BLACK religion in America, conceived against a background of slavery and segregation, gave the black man an opportunity to be free while in chains. (If ye continue in my word, then are ye my disciples indeed; And ye shall know the truth, and the truth shall make you free. John 8:31 [b] – 32).
The Word of God presented a gospel of future hope and a theology of the suffering servant. Black religion has been unique to people of color and it ties them to each other in times of stress by a racial bond which cuts across all other variables. A chronology of black religion links it with the coming of Christianity to Egypt, 354-543 A.D., thus to the West Coast of Africa and on to America via the slave ships. Early Colonial law decreed only non-Christians as slaves. When slaves were found to be Christians, the law was changed.
At first, benevolent slave-owners permitted slaves to practice religion, baptizing those who had not been baptized. Slaves generally worshipped in a segregated section of the white church attended by the owner. This pattern of segregation prompted many blacks to organize their own congregations.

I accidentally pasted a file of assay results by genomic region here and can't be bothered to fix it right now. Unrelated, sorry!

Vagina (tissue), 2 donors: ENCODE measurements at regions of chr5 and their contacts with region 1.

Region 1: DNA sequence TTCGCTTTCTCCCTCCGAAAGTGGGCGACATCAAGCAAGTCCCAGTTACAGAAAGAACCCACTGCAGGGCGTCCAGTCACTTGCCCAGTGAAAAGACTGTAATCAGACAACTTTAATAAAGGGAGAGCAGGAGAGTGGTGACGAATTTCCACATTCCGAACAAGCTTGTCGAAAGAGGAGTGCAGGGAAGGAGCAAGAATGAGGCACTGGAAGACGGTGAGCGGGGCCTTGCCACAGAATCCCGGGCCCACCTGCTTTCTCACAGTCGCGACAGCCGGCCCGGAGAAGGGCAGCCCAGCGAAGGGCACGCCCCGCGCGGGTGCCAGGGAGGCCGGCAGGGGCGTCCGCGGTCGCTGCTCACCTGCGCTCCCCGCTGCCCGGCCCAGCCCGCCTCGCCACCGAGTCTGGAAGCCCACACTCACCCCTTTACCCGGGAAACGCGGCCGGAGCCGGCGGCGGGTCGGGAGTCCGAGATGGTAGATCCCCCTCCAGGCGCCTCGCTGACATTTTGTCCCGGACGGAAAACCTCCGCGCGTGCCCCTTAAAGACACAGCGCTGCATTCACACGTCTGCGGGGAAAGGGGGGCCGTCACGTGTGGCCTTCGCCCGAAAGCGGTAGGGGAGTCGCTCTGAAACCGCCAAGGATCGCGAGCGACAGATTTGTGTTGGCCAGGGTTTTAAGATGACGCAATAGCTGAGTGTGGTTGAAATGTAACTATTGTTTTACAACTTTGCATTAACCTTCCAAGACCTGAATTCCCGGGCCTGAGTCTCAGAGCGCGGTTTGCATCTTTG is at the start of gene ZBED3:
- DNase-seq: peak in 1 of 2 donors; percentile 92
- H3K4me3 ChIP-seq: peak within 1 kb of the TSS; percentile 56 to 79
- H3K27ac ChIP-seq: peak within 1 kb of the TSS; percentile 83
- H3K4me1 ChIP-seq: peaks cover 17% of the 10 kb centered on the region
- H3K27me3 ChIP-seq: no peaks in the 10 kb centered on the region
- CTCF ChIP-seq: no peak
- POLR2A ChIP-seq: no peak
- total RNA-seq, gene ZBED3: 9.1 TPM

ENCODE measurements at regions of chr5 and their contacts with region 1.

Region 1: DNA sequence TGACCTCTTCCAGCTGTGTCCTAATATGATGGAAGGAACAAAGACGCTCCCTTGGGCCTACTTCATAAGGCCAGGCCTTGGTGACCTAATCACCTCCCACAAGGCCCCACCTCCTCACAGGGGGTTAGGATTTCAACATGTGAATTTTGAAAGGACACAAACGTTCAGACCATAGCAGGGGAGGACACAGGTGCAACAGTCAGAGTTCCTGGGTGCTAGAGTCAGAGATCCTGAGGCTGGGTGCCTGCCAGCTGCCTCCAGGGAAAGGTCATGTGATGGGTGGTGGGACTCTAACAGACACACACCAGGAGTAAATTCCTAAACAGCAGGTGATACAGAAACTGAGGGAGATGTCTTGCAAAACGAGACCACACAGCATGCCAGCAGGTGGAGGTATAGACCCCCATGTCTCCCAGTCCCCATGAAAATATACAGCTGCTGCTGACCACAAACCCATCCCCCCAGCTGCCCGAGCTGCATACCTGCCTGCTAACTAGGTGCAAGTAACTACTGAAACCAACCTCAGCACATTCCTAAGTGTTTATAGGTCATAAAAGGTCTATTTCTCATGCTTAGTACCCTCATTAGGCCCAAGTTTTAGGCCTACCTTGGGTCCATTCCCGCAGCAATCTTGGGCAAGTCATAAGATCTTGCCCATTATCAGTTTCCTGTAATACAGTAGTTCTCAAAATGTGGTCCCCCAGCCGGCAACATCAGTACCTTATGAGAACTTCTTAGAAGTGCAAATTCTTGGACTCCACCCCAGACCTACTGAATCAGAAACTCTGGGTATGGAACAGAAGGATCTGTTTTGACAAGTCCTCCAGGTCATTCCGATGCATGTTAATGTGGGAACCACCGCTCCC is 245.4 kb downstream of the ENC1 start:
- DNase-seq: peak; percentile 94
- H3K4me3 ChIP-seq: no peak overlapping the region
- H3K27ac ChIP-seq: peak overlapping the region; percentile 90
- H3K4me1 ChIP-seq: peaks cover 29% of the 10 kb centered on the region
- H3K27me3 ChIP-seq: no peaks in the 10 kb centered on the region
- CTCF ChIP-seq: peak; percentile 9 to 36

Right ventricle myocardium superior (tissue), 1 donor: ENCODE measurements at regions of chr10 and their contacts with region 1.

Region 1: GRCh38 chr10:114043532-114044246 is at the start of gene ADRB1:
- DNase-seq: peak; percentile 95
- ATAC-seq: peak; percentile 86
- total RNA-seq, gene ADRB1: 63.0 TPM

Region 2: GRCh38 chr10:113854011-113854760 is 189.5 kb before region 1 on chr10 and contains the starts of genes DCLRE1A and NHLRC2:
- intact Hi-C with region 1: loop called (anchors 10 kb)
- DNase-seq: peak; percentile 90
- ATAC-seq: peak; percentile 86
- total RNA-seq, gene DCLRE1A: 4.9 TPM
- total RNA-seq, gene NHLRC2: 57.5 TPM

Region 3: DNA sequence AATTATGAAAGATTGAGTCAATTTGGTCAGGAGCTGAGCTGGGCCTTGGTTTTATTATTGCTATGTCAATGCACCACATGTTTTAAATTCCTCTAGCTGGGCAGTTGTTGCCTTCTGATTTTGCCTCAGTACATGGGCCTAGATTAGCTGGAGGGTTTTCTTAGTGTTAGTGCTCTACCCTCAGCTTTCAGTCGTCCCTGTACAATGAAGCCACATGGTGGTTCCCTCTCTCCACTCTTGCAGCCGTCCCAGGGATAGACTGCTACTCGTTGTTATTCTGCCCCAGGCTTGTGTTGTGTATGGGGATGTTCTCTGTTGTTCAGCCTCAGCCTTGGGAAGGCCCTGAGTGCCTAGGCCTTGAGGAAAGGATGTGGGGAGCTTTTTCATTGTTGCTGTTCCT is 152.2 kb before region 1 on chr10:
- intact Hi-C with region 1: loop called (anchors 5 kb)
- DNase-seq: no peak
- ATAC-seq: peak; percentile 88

During the American Revolution, and prior to the great slave rebellions which later put a ban on the formation of black churches, several large Baptist congregations were established. The first was founded in Silver Bluff, S.C., in 1773. Between 1776-1786, Baptist churches were organized in Va. at Petersburg, Richmond and Williamsburg. Under the pastorship of Andrew Bryan, a slave, the first Baptist church was built for black worshippers in 1796. Negro churches grew out of the expulsion of black worshippers from the white churches. Without schools or social centers, the black churches became focal points for community activities, and from the churches emerged distinguished leaders. Richard Allen, Absalom Jones, James Varick, John Chavis, Lemuel Haynes, Martin Luther King, Jr., Jesse Jackson, Andrew Young and Benjamin L. Hooks, to name a few.
Many prominent black ministers were educators. Benjamin Mays was President of Morehouse College from 1940 – 1967; Bishop Isaac Lane founded Lane College (TN.), and Daniel Payne was the first Negro President of Wilberforce. But now Dear Ones, “This is the generation of them that seek Him.” (Psalm 24:6a)
We are the ones who are allowed to stand before the Lord and worship the God of Jacob. To God be the glory for all He has done!
Pastor J. Amos Jones